Monday, 16 February 2009

Happy New Year!

As Chandler would say, could I BE more late? I think not.
What a crazy summer, mes amies, losing and gaining jobs, moving cities, parlez-ing le francaise, I tell you it's been mad. But am here to tell all about it.

So yes as I previously mentioned, I was made redundant. Which is veeeery common these days in NZ. So I didn't feel too bad. What was horrible, was the amount of recruitment people I had to go and see in Tauranga, who all built me up into feeling like super woman, then at the end of the interview, saying, yeah well, there's actually no jobs but hey...we'llbeintouch. Recruitment consultants: not my favourite people. The jobs I did apply for I wouldn't hear anything from, for up to two weeks after deadline. Then it would be "you are not successful. We had 200 applications for this role" etc. And that was for a lame-ass admin role. Paying diddly-squat.
Rich and I put our heads together and had a conversation that went like this.

Me: I'm NOT moving back to Auckland. I refuse and don't ask me again.
Him: But we're not going to find jobs here. You don't have to sell your house, you can rent it out.
Me: But it's Basil's HOME.
Him: *rolls eyes*
Me: And my garden. My beautiful beautiful garden!!
Him: Take the chili plant with you.

So after many, many tears and arguments, here we are in Auckland! With one chili plant. We have found a place to rent in Remuera, which is the ponciest suburb in Auckland. Every house looks like it was built for a visiting Lord back in the colonial days. How we found the place (actually Rich found it) is a miracle. Maybe someone - FINALLY - took pity on us.

Rich is looking for work - poor lamb, it's the worst - and I got a job - literally had it confirmed - in my last half hour of my old job. This meant I had a spectacular leaving do.
I'm working for a sporting organisation that is based all over Oceania. I'm expected to speak French lots - luckily I studied it at school - and I'll be doing lots of travel. Will also be organising competitions and meetings and various other things. I am fully loving it so far and it's amazing how much you realise the finance industry is insulated. There's a whole other world out there people. Put it this way - I think we had 3 Maori staff at my old office. No Asians. In my office here, I sit next to a Solomon Islander, take orders from a Tahitian and assist Samoans. It's brilliant.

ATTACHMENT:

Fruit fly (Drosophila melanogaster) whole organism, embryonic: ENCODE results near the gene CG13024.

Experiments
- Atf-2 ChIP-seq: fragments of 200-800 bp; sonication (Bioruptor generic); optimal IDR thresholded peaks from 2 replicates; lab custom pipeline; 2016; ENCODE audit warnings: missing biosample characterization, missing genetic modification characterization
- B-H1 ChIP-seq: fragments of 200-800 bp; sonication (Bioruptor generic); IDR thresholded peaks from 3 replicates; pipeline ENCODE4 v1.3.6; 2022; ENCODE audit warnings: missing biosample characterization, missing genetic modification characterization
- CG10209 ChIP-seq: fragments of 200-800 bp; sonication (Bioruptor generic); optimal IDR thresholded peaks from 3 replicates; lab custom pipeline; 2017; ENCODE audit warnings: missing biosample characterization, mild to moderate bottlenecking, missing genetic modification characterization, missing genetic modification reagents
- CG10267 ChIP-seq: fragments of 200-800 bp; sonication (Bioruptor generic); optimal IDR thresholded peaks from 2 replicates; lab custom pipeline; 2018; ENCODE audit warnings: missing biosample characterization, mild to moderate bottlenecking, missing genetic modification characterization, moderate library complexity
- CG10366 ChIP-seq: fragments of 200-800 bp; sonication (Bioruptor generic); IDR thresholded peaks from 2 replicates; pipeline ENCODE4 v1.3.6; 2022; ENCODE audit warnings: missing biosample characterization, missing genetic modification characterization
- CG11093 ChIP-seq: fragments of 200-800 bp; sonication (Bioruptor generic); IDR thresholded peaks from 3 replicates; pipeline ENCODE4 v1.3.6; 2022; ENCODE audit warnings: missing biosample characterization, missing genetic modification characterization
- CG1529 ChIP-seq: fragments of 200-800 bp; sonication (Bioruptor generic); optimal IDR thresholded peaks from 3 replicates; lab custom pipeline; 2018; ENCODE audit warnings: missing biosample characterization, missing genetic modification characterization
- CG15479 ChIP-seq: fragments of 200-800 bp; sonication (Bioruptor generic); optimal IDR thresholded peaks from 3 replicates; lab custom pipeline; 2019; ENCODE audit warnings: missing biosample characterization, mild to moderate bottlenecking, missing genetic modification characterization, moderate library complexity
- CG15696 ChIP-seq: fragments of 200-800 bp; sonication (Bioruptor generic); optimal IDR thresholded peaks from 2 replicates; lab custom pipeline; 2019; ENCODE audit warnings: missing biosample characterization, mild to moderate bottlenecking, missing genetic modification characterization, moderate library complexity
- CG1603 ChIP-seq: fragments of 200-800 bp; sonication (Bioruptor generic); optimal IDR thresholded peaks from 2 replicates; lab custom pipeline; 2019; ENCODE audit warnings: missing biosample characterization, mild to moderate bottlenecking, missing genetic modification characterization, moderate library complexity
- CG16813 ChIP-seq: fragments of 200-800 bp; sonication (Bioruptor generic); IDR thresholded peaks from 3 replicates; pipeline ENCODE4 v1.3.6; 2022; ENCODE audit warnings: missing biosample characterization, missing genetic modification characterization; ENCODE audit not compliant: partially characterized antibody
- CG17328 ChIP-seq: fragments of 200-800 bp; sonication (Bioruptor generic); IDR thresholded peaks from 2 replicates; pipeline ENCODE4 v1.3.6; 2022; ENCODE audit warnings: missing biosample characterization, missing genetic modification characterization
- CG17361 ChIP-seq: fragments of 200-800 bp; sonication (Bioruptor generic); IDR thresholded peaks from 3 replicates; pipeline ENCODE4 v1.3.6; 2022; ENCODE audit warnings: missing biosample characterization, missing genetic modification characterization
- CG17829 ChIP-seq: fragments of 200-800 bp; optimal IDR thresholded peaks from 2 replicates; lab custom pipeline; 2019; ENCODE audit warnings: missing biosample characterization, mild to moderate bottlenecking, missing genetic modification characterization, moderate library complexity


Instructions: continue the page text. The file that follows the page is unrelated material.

So we are trucking along nicely. We're staying at an apartment in town until our flat is ready - another couple of weeks. Basil is having a fat camp holiday at KarakaKats in... Karaka. Gorgeous place, if anyone's looking for a cattery. He has his own hammock and according to the owner, "eats like a horse". Mais bien sur!

Summer has been alternatively mild, perfect, death like, and now, cooler. The death like days were caused by temperatures of 32.4 deg (hottest ever in Auckland) and 100% humidity. It was like trying to swim through dryer lint. You have a perpetual sheen of sweat. Plastic chairs become mini swimming pools. Poor Rich had to change shirts 3 times a day. However it's back down to the low 20's at the moment and everyone is much more sprightly. Autumn clothes are in the shops, shudder.

We had a very small Christmas holiday and went down to Mahia which is on a very isolated peninsula on the east coast of the North Island. It's Kiwiana to a T. Small, weatherboard baches, on scrubby lawn with no fences. Dogs running free, huge sand dunes sloping down to the most perfect smooth sandy beach, with small tubular waves cruising towards shore. Sunburnt shoulders, sticky fingers, sandy hair and cool beer were the order of the day. Most amazing of all, Mahia has a resident dolphin, Moko. She swims in most days and lazily plays with fellow bathers. We rushed down to the water whenever we saw her come in, and someone would throw a ball or a flutterboard. She would use her nose to bat it away then go diving after it. I got to stroke her twice and squealed like a little kid each time. She felt like a warm wetsuit, so smooth. Some people were muttering that you shouldn’t get too close etc, etc, but if she didn’t like it, she could swim away. She loved it. I could tell.
Rich's favourite bit that he told his teacher about on his first day of school was when he got to go with the fishermen? And catch lots of fish? Like 13 hapuku (groper)? And 10 crayfish? And we ate them? And then got really drunk for New Years Eve?
So anyhoodle that was me for the last two months. My hair has grown even more. I read lots more books. Recently finished Parky. He is totally awesome. Now reading Yes Man by Danny Wallace. Keeping Richard awake with my sniggering. As an aside, I love Danny Wallace. He's in my top five.
So, tell me your news! I'll just make a coffee then sit down and listen.

2 comments:

Jen on the Edge said...

Aims, PLEASE blog more often than once every 10 weeks. I've missed you! :-)

We're all fine here. We moved on Friday and now it's just after midnight on Monday morning. No phone or internet, but Pete was able to poach wireless from a neighbor. Normally, I'd be opposed ,but I truly needed to check work email.

Glad to hear you found a job and are getting settled back in Auckland again.

Jen on the Edge said...

Aims, PLEASE blog more often than once every 10 weeks. I've missed you! :-)

We're all fine here. We moved on Friday and now it's just after midnight on Monday morning. No phone or internet, but Pete was able to poach wireless from a neighbor. Normally, I'd be opposed ,but I truly needed to check work email.

Glad to hear you found a job and are getting settled back in Auckland again.